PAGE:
- MANUU students take on university chancellor Firoz Ahmed, who used university letter pad to pen support for CAA and NRC
- MANUU Chancellor Firoz Ahmed pen support for CAA and NRC using varsity letter pad; students and teachers aren’t taking it well
Hyderabad:A letter by Firoz Bakht Ahmed, stating that CAA and NRC are not against Muslims has snowballed into a political controversy. Mr Firoz Ahmed is the chancellor of the Maulana Azad National Urdu University (MANUU) in Hyderabad.
The students and teachers of MANUU, who have been holding protests following the Jamia Millia Islamia incident, were irked by the incident. They questioned the chancellor’s use of university letter pad to express his personal opinion supporting the Citizenship (Amendment) Act and National Register of Citizens.
The letter, dated December 20, reads, “I appeal to everyone not to get into the clutches of politicians who want to break India. Kindly avoid taking to the roads, and strengthen the hands of your Prime Minister Narendra Modi. I vouch for the PM, who is your well-wisher, as his slogan for Muslims has been ‘Ek hath mein Quran, Ek hath mein computer’. Please don’t toe the line of the ones misleading you, as you are very precious for India.”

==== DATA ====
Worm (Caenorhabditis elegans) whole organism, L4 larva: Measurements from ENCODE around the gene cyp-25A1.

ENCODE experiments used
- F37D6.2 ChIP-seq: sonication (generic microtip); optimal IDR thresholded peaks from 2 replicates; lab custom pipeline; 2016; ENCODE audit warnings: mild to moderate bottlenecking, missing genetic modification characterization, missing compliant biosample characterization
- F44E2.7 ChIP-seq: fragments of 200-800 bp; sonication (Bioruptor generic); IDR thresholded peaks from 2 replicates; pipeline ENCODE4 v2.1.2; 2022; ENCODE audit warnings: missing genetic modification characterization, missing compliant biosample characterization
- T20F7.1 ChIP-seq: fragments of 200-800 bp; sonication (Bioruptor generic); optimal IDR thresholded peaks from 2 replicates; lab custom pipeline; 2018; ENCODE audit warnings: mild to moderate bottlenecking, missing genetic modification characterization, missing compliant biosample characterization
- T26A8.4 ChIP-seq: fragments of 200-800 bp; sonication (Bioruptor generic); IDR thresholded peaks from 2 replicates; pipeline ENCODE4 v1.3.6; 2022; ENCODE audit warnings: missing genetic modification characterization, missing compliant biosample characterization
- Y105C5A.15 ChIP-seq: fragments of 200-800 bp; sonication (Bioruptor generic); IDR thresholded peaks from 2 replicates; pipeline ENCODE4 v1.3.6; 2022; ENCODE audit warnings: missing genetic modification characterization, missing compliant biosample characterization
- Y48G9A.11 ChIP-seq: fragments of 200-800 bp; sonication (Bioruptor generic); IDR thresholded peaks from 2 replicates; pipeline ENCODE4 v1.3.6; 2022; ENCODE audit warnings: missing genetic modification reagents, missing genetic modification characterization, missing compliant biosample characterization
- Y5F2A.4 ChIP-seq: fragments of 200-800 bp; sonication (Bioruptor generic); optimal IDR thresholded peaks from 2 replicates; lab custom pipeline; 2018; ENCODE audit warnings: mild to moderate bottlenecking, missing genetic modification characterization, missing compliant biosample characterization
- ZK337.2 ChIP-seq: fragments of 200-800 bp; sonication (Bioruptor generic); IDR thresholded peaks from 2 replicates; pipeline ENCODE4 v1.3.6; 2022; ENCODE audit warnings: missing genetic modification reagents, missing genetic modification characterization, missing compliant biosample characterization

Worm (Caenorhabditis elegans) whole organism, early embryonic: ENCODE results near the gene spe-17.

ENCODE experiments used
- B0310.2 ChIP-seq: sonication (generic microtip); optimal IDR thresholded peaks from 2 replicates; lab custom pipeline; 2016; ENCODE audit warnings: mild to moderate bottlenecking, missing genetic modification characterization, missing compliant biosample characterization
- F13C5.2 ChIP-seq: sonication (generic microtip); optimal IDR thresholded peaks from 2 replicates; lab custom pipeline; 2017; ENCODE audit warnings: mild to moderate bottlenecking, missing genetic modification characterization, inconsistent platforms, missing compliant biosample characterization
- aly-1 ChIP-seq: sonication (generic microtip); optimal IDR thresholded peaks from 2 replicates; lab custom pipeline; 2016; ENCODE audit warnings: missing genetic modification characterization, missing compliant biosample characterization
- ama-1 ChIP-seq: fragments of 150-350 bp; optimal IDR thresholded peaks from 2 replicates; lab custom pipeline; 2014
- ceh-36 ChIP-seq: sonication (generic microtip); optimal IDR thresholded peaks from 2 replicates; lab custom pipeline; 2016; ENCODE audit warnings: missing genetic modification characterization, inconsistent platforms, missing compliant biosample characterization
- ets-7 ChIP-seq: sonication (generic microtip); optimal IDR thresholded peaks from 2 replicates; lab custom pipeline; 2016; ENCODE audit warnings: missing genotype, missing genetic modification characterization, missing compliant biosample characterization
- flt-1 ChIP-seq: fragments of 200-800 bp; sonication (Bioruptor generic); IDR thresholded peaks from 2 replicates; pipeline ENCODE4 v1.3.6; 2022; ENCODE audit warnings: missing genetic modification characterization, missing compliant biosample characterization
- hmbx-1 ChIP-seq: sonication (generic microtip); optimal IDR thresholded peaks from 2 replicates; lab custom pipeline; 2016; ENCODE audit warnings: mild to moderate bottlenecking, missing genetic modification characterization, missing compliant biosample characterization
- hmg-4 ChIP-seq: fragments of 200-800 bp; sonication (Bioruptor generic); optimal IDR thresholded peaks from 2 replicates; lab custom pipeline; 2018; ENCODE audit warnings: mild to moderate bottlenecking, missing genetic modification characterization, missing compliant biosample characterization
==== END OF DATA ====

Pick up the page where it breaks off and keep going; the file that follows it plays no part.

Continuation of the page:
The chancellor told a news portal that he has been receiving several abusive calls from protesting students ever since he issued the letter. “Some of them called me a BJP and RSS bhakt and stooge,” Firoz Bakht said. Umar Farooq, President of MANUU student’s union, was one of the first callers to question the chancellor for using university letter pad to express his personal opinion.
The conversation between them (audio in possession with NewsMeter) turned into a verbal spat. After confirming with Firoz, that the latter had indeed written the letter, Umar asked, “What is this sir? When scores of concern Indian citizens, besides the Muslim community are protesting the CAA, how can you represent MANUU and issue such a statement? Why did you use the university letter pad?
Firoz Ahmed replied that he hadn’t stopped their protest nor interfered in campus activities. “You have no business with what I do. MANUU’s reputation is dinted because of the vice-chancellor,” he added. When Umar said that they wouldn’t let him into the campus, the chancellor replied that if they want to stop or kill him, they could do it. “However, don’t take the law into your hands. All I want is for students to concentrate on their studies and not fringe into politics.”
The student’s union president replied, “Sir, you can continue to write your letter but don’t stop us from protesting. Besides, the letter does not represent MANUU’s opinion as a whole. Please stop bootlicking the BJP and the RSS.”
Umar is one among many, as the letter has not gone well among protesting students and teachers, especially since it carries the universities letterhead. The conversation also indicated a rift between Firoz Ahmed and MANUU’s vice-chancellor Aslam Parvaiz. The latter resigned in November in the wake of tension on campus since Ahmad was appointed as the chancellor.